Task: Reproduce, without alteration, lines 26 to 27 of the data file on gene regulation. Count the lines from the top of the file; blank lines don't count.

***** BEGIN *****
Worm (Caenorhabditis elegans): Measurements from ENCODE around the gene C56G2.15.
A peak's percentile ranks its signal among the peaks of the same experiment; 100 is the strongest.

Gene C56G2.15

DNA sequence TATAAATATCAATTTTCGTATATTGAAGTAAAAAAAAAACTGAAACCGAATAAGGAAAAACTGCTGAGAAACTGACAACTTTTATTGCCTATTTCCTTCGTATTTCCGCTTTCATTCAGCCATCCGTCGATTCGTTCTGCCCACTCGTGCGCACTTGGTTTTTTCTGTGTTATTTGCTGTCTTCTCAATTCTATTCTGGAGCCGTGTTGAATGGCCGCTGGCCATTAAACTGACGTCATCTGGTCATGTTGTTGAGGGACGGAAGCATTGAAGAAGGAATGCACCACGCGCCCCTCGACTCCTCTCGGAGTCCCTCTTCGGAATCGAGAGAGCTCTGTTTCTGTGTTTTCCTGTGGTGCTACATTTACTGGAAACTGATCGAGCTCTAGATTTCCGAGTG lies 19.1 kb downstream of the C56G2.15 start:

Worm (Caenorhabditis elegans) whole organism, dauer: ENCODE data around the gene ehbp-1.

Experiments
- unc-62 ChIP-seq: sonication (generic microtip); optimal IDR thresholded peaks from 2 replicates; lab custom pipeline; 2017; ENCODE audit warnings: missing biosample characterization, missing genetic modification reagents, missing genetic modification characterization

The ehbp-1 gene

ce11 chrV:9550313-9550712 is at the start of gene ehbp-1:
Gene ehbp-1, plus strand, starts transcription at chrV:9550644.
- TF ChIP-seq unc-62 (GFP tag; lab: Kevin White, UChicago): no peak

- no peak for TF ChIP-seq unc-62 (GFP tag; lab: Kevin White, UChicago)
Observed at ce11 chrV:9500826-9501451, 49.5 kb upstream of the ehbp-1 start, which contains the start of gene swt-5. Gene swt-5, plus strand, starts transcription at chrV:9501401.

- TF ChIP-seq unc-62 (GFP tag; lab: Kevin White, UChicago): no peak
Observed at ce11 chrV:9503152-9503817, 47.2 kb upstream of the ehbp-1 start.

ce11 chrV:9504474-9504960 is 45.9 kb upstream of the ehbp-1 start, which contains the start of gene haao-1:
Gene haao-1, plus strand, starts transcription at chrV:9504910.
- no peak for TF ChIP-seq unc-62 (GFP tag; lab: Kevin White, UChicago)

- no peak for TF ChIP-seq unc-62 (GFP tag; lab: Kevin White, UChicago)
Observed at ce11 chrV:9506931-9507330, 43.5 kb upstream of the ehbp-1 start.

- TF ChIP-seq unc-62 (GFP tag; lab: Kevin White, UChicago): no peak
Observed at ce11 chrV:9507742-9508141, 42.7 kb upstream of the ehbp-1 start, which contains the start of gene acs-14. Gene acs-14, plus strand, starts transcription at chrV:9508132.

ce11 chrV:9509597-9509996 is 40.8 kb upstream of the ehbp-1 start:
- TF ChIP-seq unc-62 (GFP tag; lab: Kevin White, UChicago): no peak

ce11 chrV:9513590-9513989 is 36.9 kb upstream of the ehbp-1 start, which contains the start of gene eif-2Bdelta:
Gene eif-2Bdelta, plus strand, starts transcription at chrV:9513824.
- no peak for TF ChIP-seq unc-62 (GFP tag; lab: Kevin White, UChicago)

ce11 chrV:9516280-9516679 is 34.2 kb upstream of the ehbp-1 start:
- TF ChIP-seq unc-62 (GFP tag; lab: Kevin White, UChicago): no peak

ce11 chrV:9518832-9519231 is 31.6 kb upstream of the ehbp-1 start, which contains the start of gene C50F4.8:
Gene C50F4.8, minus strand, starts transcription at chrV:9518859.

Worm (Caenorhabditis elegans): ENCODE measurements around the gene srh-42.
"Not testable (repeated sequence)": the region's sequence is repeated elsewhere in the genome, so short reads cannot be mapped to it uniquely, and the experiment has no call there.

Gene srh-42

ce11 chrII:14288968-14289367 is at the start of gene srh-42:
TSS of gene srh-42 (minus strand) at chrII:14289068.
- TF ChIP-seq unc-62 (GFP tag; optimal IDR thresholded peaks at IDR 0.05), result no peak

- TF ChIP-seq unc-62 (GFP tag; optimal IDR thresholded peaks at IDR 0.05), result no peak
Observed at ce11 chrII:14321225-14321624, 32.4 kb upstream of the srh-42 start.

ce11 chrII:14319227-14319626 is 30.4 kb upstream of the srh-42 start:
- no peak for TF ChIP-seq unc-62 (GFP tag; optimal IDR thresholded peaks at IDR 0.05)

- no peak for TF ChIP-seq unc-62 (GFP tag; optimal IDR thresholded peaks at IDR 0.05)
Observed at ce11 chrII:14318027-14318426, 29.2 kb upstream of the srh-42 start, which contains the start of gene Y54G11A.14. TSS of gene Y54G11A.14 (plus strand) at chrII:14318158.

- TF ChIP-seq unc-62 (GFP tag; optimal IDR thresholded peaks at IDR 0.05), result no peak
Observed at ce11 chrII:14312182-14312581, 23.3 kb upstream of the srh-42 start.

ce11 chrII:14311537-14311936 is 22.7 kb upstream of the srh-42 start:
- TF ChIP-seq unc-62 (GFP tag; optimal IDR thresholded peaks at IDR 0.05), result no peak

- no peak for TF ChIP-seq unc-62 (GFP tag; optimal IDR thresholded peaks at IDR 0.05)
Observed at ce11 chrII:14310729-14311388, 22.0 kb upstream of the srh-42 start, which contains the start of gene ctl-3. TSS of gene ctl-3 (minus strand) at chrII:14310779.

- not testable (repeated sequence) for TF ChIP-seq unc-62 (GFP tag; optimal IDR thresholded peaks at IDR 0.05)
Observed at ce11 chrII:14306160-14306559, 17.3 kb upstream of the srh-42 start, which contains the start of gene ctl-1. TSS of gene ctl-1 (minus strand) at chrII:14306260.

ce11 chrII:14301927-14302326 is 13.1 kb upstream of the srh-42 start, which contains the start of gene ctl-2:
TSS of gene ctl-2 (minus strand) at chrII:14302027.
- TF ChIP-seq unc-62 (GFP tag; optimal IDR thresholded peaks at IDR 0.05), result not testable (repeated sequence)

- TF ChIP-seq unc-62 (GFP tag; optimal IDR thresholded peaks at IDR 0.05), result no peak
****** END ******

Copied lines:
Gene eif-2Bdelta, plus strand, starts transcription at chrV:9513824.
- no peak for TF ChIP-seq unc-62 (GFP tag; lab: Kevin White, UChicago)